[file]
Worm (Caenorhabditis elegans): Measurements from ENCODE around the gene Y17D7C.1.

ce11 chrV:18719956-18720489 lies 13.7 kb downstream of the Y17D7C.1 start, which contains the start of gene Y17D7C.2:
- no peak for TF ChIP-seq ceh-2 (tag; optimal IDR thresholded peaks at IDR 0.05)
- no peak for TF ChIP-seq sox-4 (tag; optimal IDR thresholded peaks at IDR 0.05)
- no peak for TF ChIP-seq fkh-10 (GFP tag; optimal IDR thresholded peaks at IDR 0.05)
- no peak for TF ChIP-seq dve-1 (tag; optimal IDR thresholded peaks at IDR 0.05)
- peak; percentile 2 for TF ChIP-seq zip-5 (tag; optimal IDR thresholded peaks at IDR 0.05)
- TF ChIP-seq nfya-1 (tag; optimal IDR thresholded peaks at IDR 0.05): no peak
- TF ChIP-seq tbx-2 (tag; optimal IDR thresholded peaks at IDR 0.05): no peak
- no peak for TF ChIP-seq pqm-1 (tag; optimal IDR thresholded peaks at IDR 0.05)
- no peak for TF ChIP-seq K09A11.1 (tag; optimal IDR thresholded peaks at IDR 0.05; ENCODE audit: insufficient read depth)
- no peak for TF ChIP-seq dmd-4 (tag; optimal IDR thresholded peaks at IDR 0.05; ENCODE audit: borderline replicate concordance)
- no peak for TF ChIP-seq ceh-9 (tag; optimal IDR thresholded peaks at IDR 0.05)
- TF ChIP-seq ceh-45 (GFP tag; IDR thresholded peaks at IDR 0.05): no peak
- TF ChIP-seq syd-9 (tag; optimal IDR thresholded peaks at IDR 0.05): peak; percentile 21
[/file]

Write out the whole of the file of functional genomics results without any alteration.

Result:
Worm (Caenorhabditis elegans): Measurements from ENCODE around the gene Y17D7C.1.

ce11 chrV:18719956-18720489 lies 13.7 kb downstream of the Y17D7C.1 start, which contains the start of gene Y17D7C.2:
- no peak for TF ChIP-seq ceh-2 (tag; optimal IDR thresholded peaks at IDR 0.05)
- no peak for TF ChIP-seq sox-4 (tag; optimal IDR thresholded peaks at IDR 0.05)
- no peak for TF ChIP-seq fkh-10 (GFP tag; optimal IDR thresholded peaks at IDR 0.05)
- no peak for TF ChIP-seq dve-1 (tag; optimal IDR thresholded peaks at IDR 0.05)
- peak; percentile 2 for TF ChIP-seq zip-5 (tag; optimal IDR thresholded peaks at IDR 0.05)
- TF ChIP-seq nfya-1 (tag; optimal IDR thresholded peaks at IDR 0.05): no peak
- TF ChIP-seq tbx-2 (tag; optimal IDR thresholded peaks at IDR 0.05): no peak
- no peak for TF ChIP-seq pqm-1 (tag; optimal IDR thresholded peaks at IDR 0.05)
- no peak for TF ChIP-seq K09A11.1 (tag; optimal IDR thresholded peaks at IDR 0.05; ENCODE audit: insufficient read depth)
- no peak for TF ChIP-seq dmd-4 (tag; optimal IDR thresholded peaks at IDR 0.05; ENCODE audit: borderline replicate concordance)
- no peak for TF ChIP-seq ceh-9 (tag; optimal IDR thresholded peaks at IDR 0.05)
- TF ChIP-seq ceh-45 (GFP tag; IDR thresholded peaks at IDR 0.05): no peak
- TF ChIP-seq syd-9 (tag; optimal IDR thresholded peaks at IDR 0.05): peak; percentile 21